After my recent post debating the merits of writing fan fiction under one's own name, I got an email from Susan Bridges of PendantAudio.com. With her permission, I'm reprinting it below.
I saw your blog post with the question regarding fan fiction. My husband and I are kind of in the same boat in some ways.
See, we have a podcasting company -- PendantAudio.com, which we founded back in 2004. It's not the "here's some guys talking about what they think" type of podcasts -- all the shows are scripted serials released monthly. Pendant started out as all DC fan fiction, but over time we added other original shows (and we still add the occasional fan fiction show as well, both DC related and in other genres). We also maintain a comic-type continuity among our DC shows.
While no one who works on Pendant shows is paid, it's, well... huge. We have writers, editors (including a continuity editor who focuses on all of our DC universe material), actors, directors, producers, and promotions people from all over the world. As far as podcasting companies go, we're very well respected, and nobody else puts out material on deadline so consistently -- we haven't missed a scheduled release date in years. We're also popular -- right now we are slated to have over 3 million MP3 files downloaded this year.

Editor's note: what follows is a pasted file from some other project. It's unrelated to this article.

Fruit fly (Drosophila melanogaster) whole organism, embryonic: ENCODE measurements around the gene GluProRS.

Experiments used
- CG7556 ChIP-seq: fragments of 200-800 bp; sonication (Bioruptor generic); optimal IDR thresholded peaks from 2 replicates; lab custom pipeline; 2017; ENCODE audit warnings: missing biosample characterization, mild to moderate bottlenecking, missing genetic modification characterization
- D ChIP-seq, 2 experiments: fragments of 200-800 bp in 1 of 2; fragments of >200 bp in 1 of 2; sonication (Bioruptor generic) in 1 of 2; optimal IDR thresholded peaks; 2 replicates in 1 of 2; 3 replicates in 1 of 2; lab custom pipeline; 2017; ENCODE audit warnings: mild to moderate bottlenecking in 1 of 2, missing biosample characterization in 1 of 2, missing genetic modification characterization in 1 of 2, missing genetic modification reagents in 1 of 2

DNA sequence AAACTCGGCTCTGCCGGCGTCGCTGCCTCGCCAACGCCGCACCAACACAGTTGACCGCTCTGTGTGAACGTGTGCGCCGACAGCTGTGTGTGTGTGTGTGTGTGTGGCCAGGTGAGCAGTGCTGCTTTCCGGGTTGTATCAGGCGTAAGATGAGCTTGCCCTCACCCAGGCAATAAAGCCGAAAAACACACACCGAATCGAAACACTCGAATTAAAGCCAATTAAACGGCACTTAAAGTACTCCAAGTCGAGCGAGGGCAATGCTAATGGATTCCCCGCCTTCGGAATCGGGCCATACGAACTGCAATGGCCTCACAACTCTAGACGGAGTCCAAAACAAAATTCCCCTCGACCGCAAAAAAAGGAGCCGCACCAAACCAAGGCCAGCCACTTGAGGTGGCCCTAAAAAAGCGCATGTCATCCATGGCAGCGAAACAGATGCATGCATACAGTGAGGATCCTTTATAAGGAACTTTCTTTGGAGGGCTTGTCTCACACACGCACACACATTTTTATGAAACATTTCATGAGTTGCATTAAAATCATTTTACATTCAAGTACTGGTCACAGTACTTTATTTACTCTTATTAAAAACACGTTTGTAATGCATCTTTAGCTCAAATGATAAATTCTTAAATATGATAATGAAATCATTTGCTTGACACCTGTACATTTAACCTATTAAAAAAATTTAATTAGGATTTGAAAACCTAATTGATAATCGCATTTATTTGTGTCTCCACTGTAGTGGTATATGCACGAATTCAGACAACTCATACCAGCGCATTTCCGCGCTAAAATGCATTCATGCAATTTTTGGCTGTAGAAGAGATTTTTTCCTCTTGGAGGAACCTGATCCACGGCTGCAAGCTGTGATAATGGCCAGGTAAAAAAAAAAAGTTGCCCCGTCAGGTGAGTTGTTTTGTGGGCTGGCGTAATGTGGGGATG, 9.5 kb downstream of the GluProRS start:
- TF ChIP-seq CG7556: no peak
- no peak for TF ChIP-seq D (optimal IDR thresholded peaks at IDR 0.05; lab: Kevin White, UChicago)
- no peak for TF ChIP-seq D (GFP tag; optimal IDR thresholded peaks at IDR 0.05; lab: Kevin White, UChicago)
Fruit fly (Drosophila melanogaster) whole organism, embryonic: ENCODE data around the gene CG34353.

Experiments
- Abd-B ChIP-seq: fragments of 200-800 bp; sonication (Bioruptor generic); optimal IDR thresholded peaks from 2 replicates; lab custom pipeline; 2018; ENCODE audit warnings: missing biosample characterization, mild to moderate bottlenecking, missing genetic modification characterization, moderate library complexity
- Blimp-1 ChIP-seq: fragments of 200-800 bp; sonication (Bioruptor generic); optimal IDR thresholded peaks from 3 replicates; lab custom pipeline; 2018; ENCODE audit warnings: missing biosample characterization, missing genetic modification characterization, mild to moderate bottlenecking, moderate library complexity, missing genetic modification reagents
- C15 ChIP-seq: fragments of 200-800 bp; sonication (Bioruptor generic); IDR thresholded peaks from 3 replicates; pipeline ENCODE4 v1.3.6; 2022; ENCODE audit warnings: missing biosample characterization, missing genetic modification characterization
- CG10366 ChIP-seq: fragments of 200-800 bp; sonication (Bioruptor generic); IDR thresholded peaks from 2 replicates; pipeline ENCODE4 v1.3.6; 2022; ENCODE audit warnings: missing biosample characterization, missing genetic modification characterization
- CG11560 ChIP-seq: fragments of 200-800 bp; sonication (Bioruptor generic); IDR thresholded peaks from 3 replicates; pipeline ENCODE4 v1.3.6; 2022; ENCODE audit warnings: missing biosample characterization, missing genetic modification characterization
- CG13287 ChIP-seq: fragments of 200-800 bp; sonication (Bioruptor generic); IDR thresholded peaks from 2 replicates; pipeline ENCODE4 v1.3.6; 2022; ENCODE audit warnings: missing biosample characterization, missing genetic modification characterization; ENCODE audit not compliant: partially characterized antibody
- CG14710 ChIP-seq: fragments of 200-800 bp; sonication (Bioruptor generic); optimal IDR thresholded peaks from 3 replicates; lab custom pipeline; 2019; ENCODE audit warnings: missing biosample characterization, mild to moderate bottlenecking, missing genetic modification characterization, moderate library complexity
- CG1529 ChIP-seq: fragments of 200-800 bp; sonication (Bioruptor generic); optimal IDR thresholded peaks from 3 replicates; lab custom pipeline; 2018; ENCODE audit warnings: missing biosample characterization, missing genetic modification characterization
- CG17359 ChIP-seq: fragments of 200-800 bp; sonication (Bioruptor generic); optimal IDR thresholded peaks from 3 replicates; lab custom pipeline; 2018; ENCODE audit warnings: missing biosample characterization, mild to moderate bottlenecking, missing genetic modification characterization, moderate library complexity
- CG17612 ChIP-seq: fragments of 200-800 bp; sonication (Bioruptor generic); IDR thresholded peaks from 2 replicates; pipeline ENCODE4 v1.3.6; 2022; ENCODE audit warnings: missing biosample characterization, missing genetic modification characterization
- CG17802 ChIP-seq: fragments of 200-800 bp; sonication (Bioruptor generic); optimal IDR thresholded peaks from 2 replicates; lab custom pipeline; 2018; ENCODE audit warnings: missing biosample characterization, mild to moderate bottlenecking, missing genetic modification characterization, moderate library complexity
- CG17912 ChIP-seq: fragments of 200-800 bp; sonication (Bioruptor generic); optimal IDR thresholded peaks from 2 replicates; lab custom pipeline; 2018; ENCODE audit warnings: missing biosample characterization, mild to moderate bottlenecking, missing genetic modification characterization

Currently we're leveraging Pendant to get in with comic companies. We've got some comic proposals put together with the help of some of our friends, and I mention to them that Pendant basically produces scripted original serials. By having some business cards and explaining a bit about Pendant, I managed to get our proposals to editors at IDW and Aspen. So I'm using Pendant to gain some leverage and set us apart from other unpublished writers, even though much of Pendant is fan fiction related. Whether or not it'll really work... well, it's too soon to tell, I suppose.
So perhaps I spoke to soon and fan fiction can be a legitimate way into mainstream writing. Time will tell, I suppose.